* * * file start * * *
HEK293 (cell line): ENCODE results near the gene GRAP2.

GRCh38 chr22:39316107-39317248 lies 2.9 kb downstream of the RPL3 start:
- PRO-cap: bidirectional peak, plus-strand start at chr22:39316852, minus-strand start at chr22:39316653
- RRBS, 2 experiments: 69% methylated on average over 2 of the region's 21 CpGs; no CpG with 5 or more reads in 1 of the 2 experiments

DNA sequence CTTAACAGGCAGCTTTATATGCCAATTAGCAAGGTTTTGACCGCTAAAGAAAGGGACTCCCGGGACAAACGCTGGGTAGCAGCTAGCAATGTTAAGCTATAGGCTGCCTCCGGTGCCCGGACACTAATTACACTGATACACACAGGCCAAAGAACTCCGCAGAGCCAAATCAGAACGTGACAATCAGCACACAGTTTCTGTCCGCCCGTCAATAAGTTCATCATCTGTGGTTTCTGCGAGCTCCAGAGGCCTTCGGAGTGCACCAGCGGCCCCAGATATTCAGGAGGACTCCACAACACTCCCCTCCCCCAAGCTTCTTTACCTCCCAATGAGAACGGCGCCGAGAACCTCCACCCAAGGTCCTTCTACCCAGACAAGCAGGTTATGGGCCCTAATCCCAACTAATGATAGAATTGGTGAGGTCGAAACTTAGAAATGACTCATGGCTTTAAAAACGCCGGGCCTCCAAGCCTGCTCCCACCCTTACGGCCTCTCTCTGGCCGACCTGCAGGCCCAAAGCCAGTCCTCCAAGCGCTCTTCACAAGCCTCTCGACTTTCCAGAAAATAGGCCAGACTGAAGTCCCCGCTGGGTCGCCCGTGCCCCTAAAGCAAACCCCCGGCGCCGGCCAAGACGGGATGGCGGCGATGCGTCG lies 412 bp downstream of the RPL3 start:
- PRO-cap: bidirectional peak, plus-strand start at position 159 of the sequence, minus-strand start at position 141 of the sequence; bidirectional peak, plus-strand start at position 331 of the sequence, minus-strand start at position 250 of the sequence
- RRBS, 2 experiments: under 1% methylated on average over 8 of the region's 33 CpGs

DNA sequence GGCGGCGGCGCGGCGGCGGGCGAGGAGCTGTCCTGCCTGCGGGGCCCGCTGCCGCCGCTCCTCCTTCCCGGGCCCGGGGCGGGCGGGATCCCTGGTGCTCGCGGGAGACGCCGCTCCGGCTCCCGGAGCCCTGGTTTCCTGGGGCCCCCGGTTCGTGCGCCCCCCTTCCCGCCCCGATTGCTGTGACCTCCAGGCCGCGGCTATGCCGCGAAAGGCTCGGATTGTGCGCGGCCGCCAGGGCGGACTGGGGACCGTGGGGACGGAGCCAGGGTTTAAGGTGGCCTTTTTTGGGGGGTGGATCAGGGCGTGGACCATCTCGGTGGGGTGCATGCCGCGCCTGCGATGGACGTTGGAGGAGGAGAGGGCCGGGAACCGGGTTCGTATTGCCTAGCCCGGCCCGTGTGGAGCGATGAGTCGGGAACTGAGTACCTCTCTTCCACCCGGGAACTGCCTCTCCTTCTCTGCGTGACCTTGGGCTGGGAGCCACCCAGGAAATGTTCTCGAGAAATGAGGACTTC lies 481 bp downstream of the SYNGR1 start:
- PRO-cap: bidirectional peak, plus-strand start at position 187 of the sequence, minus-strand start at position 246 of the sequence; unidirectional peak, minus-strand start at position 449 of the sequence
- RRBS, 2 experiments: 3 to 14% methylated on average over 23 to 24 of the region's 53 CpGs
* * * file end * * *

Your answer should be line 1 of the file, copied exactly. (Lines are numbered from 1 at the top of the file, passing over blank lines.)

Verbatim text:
HEK293 (cell line): ENCODE results near the gene GRAP2.